NEW YORK – Willie Mays spent only two seasons with the New York Mets. His legacy will last forever.
In a surprise salute at Citi Field, the Mets retired Mays’ jersey Saturday as part of festivities during the organization’s first Old-Timers’ Day since 1994.
“From this day forward, no Met will ever wear Willie Mays’ iconic No. 24,” emcee Howie Rose read to a near-standing ovation from the crowd.
One of baseball’s greatest players, the Hall of Fame center fielder starred for the Giants in New York from 1951-57 and then in San Francisco from 1958-72 after the club moved to the West Coast. He returned to the Big Apple in a May 1972 trade and spent his final two seasons with the Mets, helping them reach the 1973 World Series.
Mets charter owner Joan Whitney Payson told Mays he would be the last player in franchise history to wear No. 24. But Payson died not long after Mays’ retirement in 1973, and the Mets finally made good on her promise nearly 50 years later under current owner Steve Cohen and his wife, Alex.
“I want to thank Steve and Alex Cohen for making this day possible and embracing Mets history,” Mays said in a statement read aloud during the ceremony. “I can never forget the way it felt to return to New York to play for all the loyal Mets fans. I’m tremendously proud I ended my career in Queens with the Mets during the ’73 World Series. It’s an honor to have my number retired in my two favorite cities – New York and San Francisco. New York was a magical place to play baseball.”
The 91-year-old Mays was unable to attend the festivities after having hip replacement surgery, but was represented by his son, Michael.
“We’re thrilled,” Michael said. “Long time coming, for sure.”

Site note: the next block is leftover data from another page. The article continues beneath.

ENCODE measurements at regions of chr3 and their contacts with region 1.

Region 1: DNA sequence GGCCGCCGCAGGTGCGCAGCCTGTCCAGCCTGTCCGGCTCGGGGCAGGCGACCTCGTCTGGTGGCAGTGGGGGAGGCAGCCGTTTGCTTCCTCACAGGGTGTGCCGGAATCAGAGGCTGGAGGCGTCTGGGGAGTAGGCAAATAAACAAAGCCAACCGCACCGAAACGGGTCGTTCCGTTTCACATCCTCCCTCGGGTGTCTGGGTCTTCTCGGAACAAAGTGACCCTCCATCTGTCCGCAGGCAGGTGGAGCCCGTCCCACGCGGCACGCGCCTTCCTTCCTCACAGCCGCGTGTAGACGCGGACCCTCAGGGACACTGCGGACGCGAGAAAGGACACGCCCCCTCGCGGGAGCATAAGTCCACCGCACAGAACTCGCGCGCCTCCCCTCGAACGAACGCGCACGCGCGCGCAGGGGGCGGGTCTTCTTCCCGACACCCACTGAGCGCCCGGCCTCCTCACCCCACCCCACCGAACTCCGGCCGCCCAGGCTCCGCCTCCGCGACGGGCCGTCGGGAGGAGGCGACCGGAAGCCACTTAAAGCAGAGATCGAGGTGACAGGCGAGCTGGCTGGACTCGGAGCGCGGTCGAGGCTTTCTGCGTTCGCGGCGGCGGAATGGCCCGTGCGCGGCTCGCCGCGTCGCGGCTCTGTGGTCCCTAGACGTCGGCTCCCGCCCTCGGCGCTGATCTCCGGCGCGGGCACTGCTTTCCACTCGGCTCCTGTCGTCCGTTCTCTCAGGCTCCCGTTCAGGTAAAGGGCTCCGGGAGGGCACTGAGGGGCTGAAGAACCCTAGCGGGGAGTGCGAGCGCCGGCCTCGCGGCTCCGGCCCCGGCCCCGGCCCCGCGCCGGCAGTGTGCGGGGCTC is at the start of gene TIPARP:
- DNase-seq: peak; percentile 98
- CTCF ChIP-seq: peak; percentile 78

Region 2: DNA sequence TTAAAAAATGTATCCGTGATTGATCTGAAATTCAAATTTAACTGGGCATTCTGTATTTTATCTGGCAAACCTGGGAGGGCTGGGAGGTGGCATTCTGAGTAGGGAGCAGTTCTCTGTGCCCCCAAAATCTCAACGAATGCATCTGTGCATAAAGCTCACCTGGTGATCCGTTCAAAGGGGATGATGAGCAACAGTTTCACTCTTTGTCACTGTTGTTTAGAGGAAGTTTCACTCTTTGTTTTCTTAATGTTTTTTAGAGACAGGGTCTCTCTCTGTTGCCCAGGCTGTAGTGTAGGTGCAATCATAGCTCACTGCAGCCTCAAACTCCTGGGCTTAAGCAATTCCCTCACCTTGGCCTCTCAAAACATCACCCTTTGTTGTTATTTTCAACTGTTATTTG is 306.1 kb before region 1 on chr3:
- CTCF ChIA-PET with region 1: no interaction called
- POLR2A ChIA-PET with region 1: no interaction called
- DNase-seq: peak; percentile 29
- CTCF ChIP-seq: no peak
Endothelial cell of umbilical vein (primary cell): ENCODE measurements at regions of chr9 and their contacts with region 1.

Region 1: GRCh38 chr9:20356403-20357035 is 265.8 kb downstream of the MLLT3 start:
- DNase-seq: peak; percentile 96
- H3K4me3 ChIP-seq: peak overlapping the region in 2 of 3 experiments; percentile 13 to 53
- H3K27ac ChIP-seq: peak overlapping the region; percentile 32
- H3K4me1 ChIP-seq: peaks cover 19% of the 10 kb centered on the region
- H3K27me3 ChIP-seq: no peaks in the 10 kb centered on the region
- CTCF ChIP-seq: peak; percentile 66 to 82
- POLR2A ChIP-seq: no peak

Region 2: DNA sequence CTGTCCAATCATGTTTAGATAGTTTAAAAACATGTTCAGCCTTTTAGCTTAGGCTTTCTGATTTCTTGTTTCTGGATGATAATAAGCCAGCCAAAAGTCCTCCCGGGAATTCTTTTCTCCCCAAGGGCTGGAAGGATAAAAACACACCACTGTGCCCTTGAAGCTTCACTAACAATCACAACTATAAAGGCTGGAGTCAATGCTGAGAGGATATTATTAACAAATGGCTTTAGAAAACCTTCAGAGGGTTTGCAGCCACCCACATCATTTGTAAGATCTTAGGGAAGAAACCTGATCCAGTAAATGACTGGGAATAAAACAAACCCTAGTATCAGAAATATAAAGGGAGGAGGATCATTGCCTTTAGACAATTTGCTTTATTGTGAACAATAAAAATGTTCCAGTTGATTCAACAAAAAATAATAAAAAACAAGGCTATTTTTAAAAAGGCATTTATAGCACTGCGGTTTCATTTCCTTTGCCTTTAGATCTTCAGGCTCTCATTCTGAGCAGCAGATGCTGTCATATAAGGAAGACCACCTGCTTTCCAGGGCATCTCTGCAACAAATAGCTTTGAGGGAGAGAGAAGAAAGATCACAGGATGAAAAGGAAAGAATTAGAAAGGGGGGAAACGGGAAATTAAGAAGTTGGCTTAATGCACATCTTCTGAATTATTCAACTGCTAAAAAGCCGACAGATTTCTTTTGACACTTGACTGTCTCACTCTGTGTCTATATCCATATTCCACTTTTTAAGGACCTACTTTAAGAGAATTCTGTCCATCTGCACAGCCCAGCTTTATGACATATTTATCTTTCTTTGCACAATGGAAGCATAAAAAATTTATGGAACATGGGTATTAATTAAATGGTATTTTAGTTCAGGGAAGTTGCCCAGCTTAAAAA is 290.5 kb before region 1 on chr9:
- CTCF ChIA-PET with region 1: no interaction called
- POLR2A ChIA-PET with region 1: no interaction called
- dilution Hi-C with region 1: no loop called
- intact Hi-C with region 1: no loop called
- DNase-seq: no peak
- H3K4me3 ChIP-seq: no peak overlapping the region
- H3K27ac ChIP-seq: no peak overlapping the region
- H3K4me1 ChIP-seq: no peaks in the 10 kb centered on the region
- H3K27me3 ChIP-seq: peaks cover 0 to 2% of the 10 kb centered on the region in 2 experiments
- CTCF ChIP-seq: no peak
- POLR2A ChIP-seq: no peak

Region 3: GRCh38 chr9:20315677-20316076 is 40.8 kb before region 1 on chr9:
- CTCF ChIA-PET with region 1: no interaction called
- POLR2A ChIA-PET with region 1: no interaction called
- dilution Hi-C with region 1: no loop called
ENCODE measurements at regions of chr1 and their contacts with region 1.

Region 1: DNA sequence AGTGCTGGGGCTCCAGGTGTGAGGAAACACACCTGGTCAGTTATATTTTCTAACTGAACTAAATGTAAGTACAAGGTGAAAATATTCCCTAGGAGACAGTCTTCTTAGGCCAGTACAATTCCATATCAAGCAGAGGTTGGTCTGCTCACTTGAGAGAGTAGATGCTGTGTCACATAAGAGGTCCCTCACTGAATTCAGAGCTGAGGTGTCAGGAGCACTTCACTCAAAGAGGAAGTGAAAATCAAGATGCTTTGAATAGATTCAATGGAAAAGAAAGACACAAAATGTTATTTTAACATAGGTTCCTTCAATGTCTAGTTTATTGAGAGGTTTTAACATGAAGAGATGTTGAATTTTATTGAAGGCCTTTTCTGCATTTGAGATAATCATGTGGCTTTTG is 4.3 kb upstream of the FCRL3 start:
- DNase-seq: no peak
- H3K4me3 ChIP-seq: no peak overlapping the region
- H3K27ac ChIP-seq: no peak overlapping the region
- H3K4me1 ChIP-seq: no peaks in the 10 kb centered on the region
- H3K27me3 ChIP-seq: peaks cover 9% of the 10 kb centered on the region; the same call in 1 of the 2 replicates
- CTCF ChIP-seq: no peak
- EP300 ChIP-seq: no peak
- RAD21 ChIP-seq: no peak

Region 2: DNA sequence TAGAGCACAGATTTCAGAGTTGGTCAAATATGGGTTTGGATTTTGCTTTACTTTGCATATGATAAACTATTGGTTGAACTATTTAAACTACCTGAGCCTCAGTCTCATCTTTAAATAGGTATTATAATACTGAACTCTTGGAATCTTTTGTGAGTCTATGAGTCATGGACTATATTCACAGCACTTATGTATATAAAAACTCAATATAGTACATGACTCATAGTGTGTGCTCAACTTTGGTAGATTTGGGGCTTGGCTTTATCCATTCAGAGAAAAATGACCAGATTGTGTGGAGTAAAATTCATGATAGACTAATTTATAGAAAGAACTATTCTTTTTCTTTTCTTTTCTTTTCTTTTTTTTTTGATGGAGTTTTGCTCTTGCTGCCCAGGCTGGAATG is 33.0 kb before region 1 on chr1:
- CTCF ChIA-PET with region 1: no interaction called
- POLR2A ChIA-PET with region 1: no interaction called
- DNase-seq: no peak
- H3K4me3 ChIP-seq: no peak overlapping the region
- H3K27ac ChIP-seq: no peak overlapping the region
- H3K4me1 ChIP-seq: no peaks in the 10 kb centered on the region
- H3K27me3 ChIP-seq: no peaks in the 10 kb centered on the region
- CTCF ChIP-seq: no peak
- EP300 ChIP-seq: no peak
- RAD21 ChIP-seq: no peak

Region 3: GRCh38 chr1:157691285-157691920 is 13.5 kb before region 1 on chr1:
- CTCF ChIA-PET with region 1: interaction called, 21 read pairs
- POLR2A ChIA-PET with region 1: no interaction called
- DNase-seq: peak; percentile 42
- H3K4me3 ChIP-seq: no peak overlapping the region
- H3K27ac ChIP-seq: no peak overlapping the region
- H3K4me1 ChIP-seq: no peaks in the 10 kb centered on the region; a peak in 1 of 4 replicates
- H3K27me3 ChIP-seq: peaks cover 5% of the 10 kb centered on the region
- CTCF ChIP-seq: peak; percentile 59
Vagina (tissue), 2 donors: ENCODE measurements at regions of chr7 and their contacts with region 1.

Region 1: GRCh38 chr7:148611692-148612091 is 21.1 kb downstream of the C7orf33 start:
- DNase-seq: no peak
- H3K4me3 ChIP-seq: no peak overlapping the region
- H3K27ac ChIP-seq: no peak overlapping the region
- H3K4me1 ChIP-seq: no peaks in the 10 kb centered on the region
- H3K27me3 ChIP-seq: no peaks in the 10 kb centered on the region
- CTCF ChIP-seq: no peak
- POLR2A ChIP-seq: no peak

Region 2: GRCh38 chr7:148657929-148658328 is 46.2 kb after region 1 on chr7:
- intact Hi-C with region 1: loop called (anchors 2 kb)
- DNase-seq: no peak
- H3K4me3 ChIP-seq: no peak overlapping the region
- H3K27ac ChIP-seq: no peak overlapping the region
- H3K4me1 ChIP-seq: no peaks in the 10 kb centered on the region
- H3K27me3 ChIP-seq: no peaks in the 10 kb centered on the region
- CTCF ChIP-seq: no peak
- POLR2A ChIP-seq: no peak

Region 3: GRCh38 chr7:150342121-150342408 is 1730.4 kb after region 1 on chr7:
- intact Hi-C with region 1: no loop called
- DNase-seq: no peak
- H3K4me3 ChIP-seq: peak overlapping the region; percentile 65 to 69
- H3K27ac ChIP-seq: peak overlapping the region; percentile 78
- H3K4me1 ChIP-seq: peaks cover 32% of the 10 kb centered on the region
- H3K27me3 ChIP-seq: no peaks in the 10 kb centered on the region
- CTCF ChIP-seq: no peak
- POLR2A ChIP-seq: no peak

The unexpected announcement followed a video tribute to Mays after Old-Timers’ Day introductions. Behind the pitcher’s mound, a blue No. 24 with orange trim was unveiled as former teammate Cleon Jones and other ex-Mets applauded. The placard will be placed alongside the team’s other retired numbers on the Citi Field roof in the left-field corner.
The honor for Mays capped a 40-minute ceremony that tied together players from throughout the Mets’ 60-year history. A playful exhibition game followed that lasted 2 1/2 innings.
Mays became the fifth Mets player to have his number retired and the second this season. Keith Hernandez had his No. 17 jersey retired on July 9. They joined Jerry Koosman (36) and Hall of Famers Tom Seaver (41) and Mike Piazza (31). Former managers Casey Stengel (37) and Gil Hodges (14) were also so honored, and Jackie Robinson had his No. 42 jersey retired by all 30 major league teams.
Mays is the 15th person in big league history to have his number retired by multiple teams. He was feted by the San Francisco Giants on May 12, 1972.
A 24-time All-Star, Mays was a two-time NL MVP and won 12 Gold Gloves. When he retired, he ranked third in homers (660), runs (2,062) and total bases (6,080), seventh in hits (3,293) and RBIs (1,909), and first in putouts by an outfielder (7,112). He was the first player in major league history with 300 or more homers and 300 or more stolen bases.
Mays played 135 games with the Mets and hit his final 14 home runs for the team.
Mets fan favorites Bartolo Colon and Endy Chavez received the loudest cheers among the 63 player introductions. The crowd chuckled loudly when former manager Bobby Valentine donned a fake mustache for his introduction. He famously returned to the dugout with a disguise after getting ejected from a game in 1999.
Former ace Dwight Gooden, who was in his final season with the Mets the last time Old-Timers’ Day was held in Queens at Shea Stadium, also was on hand. He hopes the event is here to stay.
“You get to be a kid again,” Gooden said. “I’m living the father life now, which is cool, too. But now I get to be a kid, even if it’s just for today.”
Also in attendance was Frank Thomas, an original Met from 1962 – along with four of his teammates.
“This is my last fling for baseball,” the 93-year-old Thomas said.
Mets retire Willie Mays’ No. 24 as Old-Timers’ Day returns originally appeared on NBCSports.com